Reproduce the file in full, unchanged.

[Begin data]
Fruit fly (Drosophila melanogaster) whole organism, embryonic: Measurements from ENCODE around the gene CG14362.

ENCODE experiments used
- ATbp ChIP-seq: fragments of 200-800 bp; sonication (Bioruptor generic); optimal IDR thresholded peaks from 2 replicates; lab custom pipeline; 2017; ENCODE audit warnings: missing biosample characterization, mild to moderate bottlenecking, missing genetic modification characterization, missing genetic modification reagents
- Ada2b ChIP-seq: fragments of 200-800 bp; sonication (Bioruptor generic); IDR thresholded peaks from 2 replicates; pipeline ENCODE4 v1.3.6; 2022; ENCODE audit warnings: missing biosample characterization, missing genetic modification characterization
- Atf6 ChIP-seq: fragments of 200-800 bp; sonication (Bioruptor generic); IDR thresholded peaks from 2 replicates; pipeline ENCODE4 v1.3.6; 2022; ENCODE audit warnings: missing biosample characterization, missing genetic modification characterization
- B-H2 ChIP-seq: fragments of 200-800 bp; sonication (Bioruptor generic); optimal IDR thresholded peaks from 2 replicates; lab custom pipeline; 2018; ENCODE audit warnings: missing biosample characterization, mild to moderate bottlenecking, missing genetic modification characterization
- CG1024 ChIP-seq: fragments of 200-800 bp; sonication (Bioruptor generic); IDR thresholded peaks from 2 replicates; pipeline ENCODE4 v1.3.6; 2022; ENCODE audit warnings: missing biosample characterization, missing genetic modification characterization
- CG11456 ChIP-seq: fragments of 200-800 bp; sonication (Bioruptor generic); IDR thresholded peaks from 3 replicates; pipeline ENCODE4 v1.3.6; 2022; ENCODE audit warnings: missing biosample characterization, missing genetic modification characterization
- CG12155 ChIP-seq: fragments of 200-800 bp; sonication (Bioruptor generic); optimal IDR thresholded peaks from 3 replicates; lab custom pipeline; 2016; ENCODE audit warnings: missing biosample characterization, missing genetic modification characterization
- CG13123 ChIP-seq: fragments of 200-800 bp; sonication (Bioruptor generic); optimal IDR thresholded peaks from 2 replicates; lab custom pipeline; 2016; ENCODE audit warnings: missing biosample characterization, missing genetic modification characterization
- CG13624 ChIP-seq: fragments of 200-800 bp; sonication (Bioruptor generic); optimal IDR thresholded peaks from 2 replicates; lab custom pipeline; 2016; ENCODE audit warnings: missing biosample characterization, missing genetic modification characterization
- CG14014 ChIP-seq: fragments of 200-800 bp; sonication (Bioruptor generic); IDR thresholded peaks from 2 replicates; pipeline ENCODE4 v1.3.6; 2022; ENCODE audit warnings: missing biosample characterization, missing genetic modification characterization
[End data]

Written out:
Fruit fly (Drosophila melanogaster) whole organism, embryonic: Measurements from ENCODE around the gene CG14362.

ENCODE experiments used
- ATbp ChIP-seq: fragments of 200-800 bp; sonication (Bioruptor generic); optimal IDR thresholded peaks from 2 replicates; lab custom pipeline; 2017; ENCODE audit warnings: missing biosample characterization, mild to moderate bottlenecking, missing genetic modification characterization, missing genetic modification reagents
- Ada2b ChIP-seq: fragments of 200-800 bp; sonication (Bioruptor generic); IDR thresholded peaks from 2 replicates; pipeline ENCODE4 v1.3.6; 2022; ENCODE audit warnings: missing biosample characterization, missing genetic modification characterization
- Atf6 ChIP-seq: fragments of 200-800 bp; sonication (Bioruptor generic); IDR thresholded peaks from 2 replicates; pipeline ENCODE4 v1.3.6; 2022; ENCODE audit warnings: missing biosample characterization, missing genetic modification characterization
- B-H2 ChIP-seq: fragments of 200-800 bp; sonication (Bioruptor generic); optimal IDR thresholded peaks from 2 replicates; lab custom pipeline; 2018; ENCODE audit warnings: missing biosample characterization, mild to moderate bottlenecking, missing genetic modification characterization
- CG1024 ChIP-seq: fragments of 200-800 bp; sonication (Bioruptor generic); IDR thresholded peaks from 2 replicates; pipeline ENCODE4 v1.3.6; 2022; ENCODE audit warnings: missing biosample characterization, missing genetic modification characterization
- CG11456 ChIP-seq: fragments of 200-800 bp; sonication (Bioruptor generic); IDR thresholded peaks from 3 replicates; pipeline ENCODE4 v1.3.6; 2022; ENCODE audit warnings: missing biosample characterization, missing genetic modification characterization
- CG12155 ChIP-seq: fragments of 200-800 bp; sonication (Bioruptor generic); optimal IDR thresholded peaks from 3 replicates; lab custom pipeline; 2016; ENCODE audit warnings: missing biosample characterization, missing genetic modification characterization
- CG13123 ChIP-seq: fragments of 200-800 bp; sonication (Bioruptor generic); optimal IDR thresholded peaks from 2 replicates; lab custom pipeline; 2016; ENCODE audit warnings: missing biosample characterization, missing genetic modification characterization
- CG13624 ChIP-seq: fragments of 200-800 bp; sonication (Bioruptor generic); optimal IDR thresholded peaks from 2 replicates; lab custom pipeline; 2016; ENCODE audit warnings: missing biosample characterization, missing genetic modification characterization
- CG14014 ChIP-seq: fragments of 200-800 bp; sonication (Bioruptor generic); IDR thresholded peaks from 2 replicates; pipeline ENCODE4 v1.3.6; 2022; ENCODE audit warnings: missing biosample characterization, missing genetic modification characterization